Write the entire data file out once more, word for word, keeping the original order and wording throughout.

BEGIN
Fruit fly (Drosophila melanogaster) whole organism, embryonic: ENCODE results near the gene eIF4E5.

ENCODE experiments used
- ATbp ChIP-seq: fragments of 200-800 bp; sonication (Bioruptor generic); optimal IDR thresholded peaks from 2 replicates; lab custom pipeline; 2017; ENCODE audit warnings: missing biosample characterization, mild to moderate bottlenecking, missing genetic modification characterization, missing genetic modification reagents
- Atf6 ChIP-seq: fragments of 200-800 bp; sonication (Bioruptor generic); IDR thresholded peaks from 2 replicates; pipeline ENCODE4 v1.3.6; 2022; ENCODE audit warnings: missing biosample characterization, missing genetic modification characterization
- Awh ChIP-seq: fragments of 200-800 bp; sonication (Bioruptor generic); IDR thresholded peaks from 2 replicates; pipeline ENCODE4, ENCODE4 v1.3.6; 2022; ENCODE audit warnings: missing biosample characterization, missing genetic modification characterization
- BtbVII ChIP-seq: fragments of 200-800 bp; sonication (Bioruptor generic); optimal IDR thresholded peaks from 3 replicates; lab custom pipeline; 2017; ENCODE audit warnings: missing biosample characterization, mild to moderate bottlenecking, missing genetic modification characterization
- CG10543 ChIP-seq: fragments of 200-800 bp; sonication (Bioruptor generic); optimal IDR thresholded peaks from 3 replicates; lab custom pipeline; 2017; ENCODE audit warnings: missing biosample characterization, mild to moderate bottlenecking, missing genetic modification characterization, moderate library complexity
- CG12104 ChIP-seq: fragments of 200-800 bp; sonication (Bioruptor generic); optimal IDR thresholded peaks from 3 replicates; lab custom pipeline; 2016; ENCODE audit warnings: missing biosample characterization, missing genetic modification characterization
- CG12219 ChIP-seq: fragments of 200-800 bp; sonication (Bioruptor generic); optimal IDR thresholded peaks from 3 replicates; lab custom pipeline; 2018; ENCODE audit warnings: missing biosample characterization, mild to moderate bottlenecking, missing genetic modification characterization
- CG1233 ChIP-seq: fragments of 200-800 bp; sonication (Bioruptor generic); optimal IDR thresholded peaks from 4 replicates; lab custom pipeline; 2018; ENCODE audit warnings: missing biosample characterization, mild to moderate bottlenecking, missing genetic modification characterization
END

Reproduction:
Fruit fly (Drosophila melanogaster) whole organism, embryonic: ENCODE results near the gene eIF4E5.

ENCODE experiments used
- ATbp ChIP-seq: fragments of 200-800 bp; sonication (Bioruptor generic); optimal IDR thresholded peaks from 2 replicates; lab custom pipeline; 2017; ENCODE audit warnings: missing biosample characterization, mild to moderate bottlenecking, missing genetic modification characterization, missing genetic modification reagents
- Atf6 ChIP-seq: fragments of 200-800 bp; sonication (Bioruptor generic); IDR thresholded peaks from 2 replicates; pipeline ENCODE4 v1.3.6; 2022; ENCODE audit warnings: missing biosample characterization, missing genetic modification characterization
- Awh ChIP-seq: fragments of 200-800 bp; sonication (Bioruptor generic); IDR thresholded peaks from 2 replicates; pipeline ENCODE4, ENCODE4 v1.3.6; 2022; ENCODE audit warnings: missing biosample characterization, missing genetic modification characterization
- BtbVII ChIP-seq: fragments of 200-800 bp; sonication (Bioruptor generic); optimal IDR thresholded peaks from 3 replicates; lab custom pipeline; 2017; ENCODE audit warnings: missing biosample characterization, mild to moderate bottlenecking, missing genetic modification characterization
- CG10543 ChIP-seq: fragments of 200-800 bp; sonication (Bioruptor generic); optimal IDR thresholded peaks from 3 replicates; lab custom pipeline; 2017; ENCODE audit warnings: missing biosample characterization, mild to moderate bottlenecking, missing genetic modification characterization, moderate library complexity
- CG12104 ChIP-seq: fragments of 200-800 bp; sonication (Bioruptor generic); optimal IDR thresholded peaks from 3 replicates; lab custom pipeline; 2016; ENCODE audit warnings: missing biosample characterization, missing genetic modification characterization
- CG12219 ChIP-seq: fragments of 200-800 bp; sonication (Bioruptor generic); optimal IDR thresholded peaks from 3 replicates; lab custom pipeline; 2018; ENCODE audit warnings: missing biosample characterization, mild to moderate bottlenecking, missing genetic modification characterization
- CG1233 ChIP-seq: fragments of 200-800 bp; sonication (Bioruptor generic); optimal IDR thresholded peaks from 4 replicates; lab custom pipeline; 2018; ENCODE audit warnings: missing biosample characterization, mild to moderate bottlenecking, missing genetic modification characterization